Understand the Contract
Although you have paid your lawyers well to negotiate and draft the contract, you are ultimately responsible for ensuring it accurately reflects your business deal. Read it. All of it. Make sure you understand it. Work through the likely scenarios and ensure you understand what the contract will require of the parties in each case and that that is what you agreed to. If you don’t understand the contract, have your lawyers explain it to you, and rewrite it if necessary.
Keep Good Records
Keep clear and contemporaneous records of your communications with the others involved in the transaction or relationship. These include notes of telephone conversations, minutes of meetings and copies of letters confirming important communications.
As the transaction or relationship unfolds, problems will inevitably arise. The parties are likely to put forward different versions of events. Clear contemporaneous records will be the most persuasive factor in resolving those differences, whether informally or in litigation or arbitration. Don’t wait until things go off the rails to start keeping these kinds of records.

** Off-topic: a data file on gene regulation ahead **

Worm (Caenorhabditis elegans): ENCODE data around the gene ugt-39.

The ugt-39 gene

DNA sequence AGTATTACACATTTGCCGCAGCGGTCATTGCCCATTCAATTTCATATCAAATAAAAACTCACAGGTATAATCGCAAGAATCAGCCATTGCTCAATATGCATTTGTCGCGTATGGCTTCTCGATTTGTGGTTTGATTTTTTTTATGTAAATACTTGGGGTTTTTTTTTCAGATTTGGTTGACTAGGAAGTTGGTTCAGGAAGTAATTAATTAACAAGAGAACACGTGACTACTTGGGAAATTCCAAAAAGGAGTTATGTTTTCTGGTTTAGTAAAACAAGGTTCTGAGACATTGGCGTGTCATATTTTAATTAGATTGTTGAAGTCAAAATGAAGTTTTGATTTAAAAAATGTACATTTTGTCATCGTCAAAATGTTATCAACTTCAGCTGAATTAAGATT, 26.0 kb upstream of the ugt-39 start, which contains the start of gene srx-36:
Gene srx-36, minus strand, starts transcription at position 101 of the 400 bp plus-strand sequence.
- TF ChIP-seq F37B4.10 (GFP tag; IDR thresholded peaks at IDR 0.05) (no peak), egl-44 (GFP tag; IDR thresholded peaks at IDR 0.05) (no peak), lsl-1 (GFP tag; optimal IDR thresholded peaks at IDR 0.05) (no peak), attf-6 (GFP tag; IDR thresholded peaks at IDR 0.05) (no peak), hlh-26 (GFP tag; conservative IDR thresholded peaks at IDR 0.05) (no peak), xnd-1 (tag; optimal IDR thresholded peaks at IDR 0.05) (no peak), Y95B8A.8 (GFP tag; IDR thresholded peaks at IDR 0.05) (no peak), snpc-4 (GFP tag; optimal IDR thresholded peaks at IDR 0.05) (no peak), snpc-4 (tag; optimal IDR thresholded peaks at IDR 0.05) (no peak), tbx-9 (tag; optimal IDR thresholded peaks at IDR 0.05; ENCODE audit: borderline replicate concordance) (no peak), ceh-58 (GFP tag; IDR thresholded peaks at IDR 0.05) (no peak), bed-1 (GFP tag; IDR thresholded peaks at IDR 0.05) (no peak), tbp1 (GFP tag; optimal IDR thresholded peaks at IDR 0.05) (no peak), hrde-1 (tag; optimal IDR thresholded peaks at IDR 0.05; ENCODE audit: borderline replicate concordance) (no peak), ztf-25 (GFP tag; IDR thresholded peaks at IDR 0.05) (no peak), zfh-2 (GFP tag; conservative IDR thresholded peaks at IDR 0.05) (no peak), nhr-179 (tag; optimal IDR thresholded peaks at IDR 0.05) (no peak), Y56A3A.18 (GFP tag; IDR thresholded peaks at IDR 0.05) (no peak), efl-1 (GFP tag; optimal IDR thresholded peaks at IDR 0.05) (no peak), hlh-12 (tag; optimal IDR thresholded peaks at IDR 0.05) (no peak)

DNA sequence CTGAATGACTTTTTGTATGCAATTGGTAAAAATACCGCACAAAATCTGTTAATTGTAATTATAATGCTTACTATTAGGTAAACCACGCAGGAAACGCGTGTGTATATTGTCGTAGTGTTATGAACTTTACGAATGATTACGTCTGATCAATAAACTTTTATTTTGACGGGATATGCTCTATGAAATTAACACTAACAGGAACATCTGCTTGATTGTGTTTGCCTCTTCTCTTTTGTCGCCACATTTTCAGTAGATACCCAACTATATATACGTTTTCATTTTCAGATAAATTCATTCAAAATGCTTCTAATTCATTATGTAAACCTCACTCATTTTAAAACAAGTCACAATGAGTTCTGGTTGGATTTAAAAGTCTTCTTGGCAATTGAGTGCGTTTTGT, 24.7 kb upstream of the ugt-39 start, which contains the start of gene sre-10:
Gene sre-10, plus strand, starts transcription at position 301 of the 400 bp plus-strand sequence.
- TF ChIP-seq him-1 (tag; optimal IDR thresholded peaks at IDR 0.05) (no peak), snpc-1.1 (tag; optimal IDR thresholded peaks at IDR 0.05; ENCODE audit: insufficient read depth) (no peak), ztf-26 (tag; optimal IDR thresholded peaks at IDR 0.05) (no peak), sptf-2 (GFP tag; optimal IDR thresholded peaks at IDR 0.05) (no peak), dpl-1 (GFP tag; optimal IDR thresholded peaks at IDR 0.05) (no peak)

Get Legal Advice
When problems do arise, get appropriate legal advice. Do not wait until the situation escalates to the point of a demand letter, writ of summons or notice to arbitrate.
When difficulties arise, there are usually several practical and legal ways to react. You may not be aware of all of them. You may not understand the legal ramifications of all of them. Take the situation to your lawyer and get their advice about what options are open to you, and the advantages and disadvantages of each.
If you react first and seek legal advice later, you will likely find that your reaction has foreclosed some of your options. It may even have prejudiced your legal position in the dispute. Again, saving the cost of legal advice at the time may expose you to much greater legal costs, and commercial risk, later.
No Tit for Tat Breach
Under Canadian law if the other party to a contract breaches it, that does not entitle you to breach it in return (for example by not paying their invoices or shipping their product). If the other party breaches the contract, your remedy is to sue them for an order requiring them to perform their obligations or to compensate you for the damage their failure to perform them has caused you.